Israel Needs Election and Governmental Reform Now

Israel has grown into a world power in a comparably short period of time despite constantly fighting for its survival against much larger odds on the geo-political stage or in actual warfare.

The “nation building” was important (and successful) but it was rushed with just enough for what was necessary. Most Western European and North American countries had either the luxury, time, money, peace, and/or focus, to build well thought out and scalable political infrastructures. Israel now needs to take that time and thoughtful approach.

The Knesset must put forth changes to maintain a national coalition that can last an elected term, as well as deal with the national divisiveness over “judicial reform” that ended abruptly on 7 October 2023. Both issues are poised to return once a new election date is declared, or the coalition unity is threatened.

Let’s simplify a complicated topic by focusing on two key areas: One: Separation of Powers and Two: Regional Representation.

Separation of Powers. This is a fundamental principle in many democracies. It helps ensure a balanced, fair, and functional system of governance. Israel follows a parliamentary system of government with a framework that features some elements of Separation of Powers, but they are often more interconnected than in other systems that have stricter separations.

As you read the list of benefits, think of the Israeli Government. Separation of Powers: Prevents Concentration of Power, Promotes Checks and Balances, Ensures Accountability, Encourages Deliberation and Debate, Safeguards Individual Rights, Facilitates Adaptability and Stability, as well as Enhances Legitimacy and Public Trust.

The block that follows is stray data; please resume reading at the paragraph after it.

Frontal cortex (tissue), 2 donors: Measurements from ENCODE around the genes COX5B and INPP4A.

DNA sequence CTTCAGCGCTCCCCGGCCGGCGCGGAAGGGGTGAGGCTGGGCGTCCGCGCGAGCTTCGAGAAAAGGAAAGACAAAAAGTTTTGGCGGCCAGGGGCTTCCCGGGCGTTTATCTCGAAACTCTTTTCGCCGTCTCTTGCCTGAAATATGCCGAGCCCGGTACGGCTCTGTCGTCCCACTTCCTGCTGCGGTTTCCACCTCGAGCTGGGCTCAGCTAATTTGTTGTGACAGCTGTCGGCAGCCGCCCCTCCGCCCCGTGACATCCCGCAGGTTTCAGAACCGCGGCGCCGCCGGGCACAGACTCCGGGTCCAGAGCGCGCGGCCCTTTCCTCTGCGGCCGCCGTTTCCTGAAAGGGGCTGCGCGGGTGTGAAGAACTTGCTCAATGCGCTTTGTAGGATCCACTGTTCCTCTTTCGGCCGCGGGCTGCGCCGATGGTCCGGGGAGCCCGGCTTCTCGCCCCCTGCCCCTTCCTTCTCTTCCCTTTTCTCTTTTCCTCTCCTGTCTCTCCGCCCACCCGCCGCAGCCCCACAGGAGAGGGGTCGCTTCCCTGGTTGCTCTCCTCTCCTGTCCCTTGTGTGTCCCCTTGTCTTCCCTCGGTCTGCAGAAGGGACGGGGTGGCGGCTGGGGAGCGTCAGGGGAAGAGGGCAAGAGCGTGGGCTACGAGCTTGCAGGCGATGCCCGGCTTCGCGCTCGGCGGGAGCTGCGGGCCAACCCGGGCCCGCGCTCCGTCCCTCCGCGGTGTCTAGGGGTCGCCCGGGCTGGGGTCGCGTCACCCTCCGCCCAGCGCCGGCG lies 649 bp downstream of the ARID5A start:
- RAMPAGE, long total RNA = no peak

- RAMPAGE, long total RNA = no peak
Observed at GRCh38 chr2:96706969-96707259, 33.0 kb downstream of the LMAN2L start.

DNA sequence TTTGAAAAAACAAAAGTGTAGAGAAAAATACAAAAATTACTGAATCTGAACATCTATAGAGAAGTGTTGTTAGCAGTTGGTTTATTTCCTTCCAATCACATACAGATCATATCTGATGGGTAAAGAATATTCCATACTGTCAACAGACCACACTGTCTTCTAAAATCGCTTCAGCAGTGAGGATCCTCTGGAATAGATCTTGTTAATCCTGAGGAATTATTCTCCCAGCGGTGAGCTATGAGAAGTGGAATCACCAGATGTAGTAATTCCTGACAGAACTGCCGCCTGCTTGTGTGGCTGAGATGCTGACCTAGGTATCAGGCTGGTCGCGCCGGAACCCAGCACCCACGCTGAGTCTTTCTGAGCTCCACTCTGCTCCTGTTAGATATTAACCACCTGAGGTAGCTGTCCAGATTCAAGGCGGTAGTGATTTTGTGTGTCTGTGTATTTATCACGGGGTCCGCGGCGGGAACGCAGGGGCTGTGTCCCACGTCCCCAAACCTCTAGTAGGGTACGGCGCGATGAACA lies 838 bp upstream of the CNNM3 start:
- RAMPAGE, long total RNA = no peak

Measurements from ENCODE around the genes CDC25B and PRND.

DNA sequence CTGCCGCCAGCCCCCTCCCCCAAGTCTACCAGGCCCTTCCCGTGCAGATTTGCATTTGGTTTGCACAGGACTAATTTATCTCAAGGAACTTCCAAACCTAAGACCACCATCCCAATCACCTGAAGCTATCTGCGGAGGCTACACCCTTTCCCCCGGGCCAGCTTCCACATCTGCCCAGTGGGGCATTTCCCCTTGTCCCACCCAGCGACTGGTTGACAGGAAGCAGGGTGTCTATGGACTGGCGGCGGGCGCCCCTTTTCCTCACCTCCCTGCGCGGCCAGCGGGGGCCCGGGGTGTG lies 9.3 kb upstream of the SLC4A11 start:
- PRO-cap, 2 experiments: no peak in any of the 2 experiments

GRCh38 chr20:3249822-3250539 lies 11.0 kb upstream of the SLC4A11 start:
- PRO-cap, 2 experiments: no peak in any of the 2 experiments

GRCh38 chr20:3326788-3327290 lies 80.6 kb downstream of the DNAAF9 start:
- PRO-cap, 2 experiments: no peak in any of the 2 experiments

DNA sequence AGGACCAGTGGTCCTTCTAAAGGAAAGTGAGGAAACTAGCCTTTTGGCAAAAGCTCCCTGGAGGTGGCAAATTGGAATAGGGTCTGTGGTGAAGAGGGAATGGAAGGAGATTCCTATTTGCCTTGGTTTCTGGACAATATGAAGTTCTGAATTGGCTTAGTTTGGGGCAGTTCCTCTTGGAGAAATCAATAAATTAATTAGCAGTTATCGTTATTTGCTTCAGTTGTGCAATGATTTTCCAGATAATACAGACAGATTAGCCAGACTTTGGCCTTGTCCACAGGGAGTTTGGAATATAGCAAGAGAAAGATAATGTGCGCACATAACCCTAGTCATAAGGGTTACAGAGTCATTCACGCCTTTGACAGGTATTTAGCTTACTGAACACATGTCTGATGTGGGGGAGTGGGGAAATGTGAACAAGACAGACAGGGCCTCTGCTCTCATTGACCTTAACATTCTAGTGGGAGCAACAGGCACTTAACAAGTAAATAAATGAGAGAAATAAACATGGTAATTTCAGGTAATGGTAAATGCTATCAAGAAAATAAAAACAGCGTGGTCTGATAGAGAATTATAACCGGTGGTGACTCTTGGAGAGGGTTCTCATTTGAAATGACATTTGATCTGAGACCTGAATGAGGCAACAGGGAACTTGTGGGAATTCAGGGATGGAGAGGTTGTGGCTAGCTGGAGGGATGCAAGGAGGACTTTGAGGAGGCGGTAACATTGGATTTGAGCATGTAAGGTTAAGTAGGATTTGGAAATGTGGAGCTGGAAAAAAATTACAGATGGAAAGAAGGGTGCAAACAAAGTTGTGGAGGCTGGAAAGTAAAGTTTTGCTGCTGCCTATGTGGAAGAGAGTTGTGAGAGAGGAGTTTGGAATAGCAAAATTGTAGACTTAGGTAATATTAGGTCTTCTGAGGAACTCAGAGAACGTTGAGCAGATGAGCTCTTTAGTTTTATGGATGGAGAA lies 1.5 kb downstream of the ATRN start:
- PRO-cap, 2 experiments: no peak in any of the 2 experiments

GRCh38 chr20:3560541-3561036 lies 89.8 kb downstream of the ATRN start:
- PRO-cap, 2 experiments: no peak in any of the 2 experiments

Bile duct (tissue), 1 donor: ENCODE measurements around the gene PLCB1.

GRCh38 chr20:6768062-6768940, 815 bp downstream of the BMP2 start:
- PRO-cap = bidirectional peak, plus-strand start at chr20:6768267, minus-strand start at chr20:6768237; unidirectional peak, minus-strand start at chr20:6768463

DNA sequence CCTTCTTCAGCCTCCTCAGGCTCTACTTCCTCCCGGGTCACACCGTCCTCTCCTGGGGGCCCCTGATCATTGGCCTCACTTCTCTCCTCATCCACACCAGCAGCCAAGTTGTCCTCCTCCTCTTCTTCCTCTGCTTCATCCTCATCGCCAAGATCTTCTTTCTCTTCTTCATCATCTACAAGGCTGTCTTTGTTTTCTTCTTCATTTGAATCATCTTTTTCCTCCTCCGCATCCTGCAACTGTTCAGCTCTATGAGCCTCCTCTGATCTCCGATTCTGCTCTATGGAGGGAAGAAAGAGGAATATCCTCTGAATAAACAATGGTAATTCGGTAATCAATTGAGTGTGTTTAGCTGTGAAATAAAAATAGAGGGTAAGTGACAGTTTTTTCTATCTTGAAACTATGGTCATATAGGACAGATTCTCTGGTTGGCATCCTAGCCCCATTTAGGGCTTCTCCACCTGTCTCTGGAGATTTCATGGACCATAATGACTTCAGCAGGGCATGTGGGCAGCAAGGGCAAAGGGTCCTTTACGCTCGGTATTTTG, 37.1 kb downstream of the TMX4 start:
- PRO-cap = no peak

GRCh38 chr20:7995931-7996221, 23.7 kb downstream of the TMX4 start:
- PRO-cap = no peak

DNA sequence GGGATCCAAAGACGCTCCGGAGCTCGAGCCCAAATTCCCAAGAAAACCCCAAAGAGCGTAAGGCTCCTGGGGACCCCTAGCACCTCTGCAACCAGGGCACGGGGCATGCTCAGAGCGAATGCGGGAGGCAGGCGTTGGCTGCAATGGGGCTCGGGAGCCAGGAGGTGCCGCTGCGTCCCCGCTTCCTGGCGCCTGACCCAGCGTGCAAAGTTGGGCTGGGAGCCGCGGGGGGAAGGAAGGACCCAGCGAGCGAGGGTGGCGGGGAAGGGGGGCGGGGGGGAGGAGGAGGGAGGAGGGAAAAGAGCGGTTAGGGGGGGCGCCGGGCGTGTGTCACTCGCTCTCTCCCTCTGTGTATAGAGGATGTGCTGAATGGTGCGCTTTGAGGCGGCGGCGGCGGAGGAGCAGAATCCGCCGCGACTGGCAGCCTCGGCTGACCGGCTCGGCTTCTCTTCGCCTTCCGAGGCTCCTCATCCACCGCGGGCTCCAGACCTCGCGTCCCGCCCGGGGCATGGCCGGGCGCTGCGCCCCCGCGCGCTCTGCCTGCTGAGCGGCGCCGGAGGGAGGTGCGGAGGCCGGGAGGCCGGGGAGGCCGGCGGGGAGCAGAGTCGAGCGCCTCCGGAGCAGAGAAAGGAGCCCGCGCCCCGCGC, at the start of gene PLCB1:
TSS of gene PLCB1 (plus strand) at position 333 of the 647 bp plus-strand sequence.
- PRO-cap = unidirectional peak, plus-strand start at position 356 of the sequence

Therefore, the Separation of Powers is a cornerstone of democratic governance. It creates a system where power is distributed, accountability is ensured, and individual rights are protected. It promotes a more transparent, adaptable, and resilient government that is better able to serve its citizens. This prevents the concentration of power in one branch or entity, promoting checks and balances, accountability, and the rule of law.

Some countries that implement the Separation of Powers in their governmental systems:  United States, Canada, Australia, India, Brazil, Germany, and the United Kingdom.

The Knesset should not be both the Legislative and Executive branches. It is not practical or effective for one group to make and enforce the laws. This is also an issue for the Judicial branch.

Continuing on the theme of “Separation of Powers,” the Judicial branch needs three simple changes: